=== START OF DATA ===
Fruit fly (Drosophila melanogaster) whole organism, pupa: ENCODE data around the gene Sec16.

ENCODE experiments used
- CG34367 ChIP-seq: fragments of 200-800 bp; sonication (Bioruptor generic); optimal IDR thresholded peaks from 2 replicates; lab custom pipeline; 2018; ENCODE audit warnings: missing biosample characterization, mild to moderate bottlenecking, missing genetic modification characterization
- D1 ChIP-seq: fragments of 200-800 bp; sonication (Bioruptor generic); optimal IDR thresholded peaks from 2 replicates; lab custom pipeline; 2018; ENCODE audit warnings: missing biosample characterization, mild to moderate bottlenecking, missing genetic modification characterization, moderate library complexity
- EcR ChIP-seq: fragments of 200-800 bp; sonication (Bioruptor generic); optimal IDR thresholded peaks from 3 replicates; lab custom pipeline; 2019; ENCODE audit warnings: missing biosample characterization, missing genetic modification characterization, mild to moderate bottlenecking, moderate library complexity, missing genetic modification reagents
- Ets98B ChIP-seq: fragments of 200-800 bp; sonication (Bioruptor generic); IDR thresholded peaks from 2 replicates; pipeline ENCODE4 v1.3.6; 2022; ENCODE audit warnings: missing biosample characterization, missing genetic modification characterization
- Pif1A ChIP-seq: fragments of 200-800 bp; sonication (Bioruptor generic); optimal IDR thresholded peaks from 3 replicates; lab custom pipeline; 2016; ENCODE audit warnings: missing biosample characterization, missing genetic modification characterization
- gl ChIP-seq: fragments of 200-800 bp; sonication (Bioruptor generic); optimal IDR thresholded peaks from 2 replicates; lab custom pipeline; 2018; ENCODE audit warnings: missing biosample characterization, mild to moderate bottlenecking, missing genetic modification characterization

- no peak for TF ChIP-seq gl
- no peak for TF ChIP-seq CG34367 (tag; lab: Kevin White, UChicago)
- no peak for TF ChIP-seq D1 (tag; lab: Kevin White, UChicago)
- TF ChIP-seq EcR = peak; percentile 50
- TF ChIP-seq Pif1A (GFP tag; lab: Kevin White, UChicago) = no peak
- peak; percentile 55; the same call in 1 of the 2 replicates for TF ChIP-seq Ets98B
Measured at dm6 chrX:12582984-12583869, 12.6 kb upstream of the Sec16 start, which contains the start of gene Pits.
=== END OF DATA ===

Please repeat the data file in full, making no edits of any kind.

Fruit fly (Drosophila melanogaster) whole organism, pupa: ENCODE data around the gene Sec16.

ENCODE experiments used
- CG34367 ChIP-seq: fragments of 200-800 bp; sonication (Bioruptor generic); optimal IDR thresholded peaks from 2 replicates; lab custom pipeline; 2018; ENCODE audit warnings: missing biosample characterization, mild to moderate bottlenecking, missing genetic modification characterization
- D1 ChIP-seq: fragments of 200-800 bp; sonication (Bioruptor generic); optimal IDR thresholded peaks from 2 replicates; lab custom pipeline; 2018; ENCODE audit warnings: missing biosample characterization, mild to moderate bottlenecking, missing genetic modification characterization, moderate library complexity
- EcR ChIP-seq: fragments of 200-800 bp; sonication (Bioruptor generic); optimal IDR thresholded peaks from 3 replicates; lab custom pipeline; 2019; ENCODE audit warnings: missing biosample characterization, missing genetic modification characterization, mild to moderate bottlenecking, moderate library complexity, missing genetic modification reagents
- Ets98B ChIP-seq: fragments of 200-800 bp; sonication (Bioruptor generic); IDR thresholded peaks from 2 replicates; pipeline ENCODE4 v1.3.6; 2022; ENCODE audit warnings: missing biosample characterization, missing genetic modification characterization
- Pif1A ChIP-seq: fragments of 200-800 bp; sonication (Bioruptor generic); optimal IDR thresholded peaks from 3 replicates; lab custom pipeline; 2016; ENCODE audit warnings: missing biosample characterization, missing genetic modification characterization
- gl ChIP-seq: fragments of 200-800 bp; sonication (Bioruptor generic); optimal IDR thresholded peaks from 2 replicates; lab custom pipeline; 2018; ENCODE audit warnings: missing biosample characterization, mild to moderate bottlenecking, missing genetic modification characterization

- no peak for TF ChIP-seq gl
- no peak for TF ChIP-seq CG34367 (tag; lab: Kevin White, UChicago)
- no peak for TF ChIP-seq D1 (tag; lab: Kevin White, UChicago)
- TF ChIP-seq EcR = peak; percentile 50
- TF ChIP-seq Pif1A (GFP tag; lab: Kevin White, UChicago) = no peak
- peak; percentile 55; the same call in 1 of the 2 replicates for TF ChIP-seq Ets98B
Measured at dm6 chrX:12582984-12583869, 12.6 kb upstream of the Sec16 start, which contains the start of gene Pits.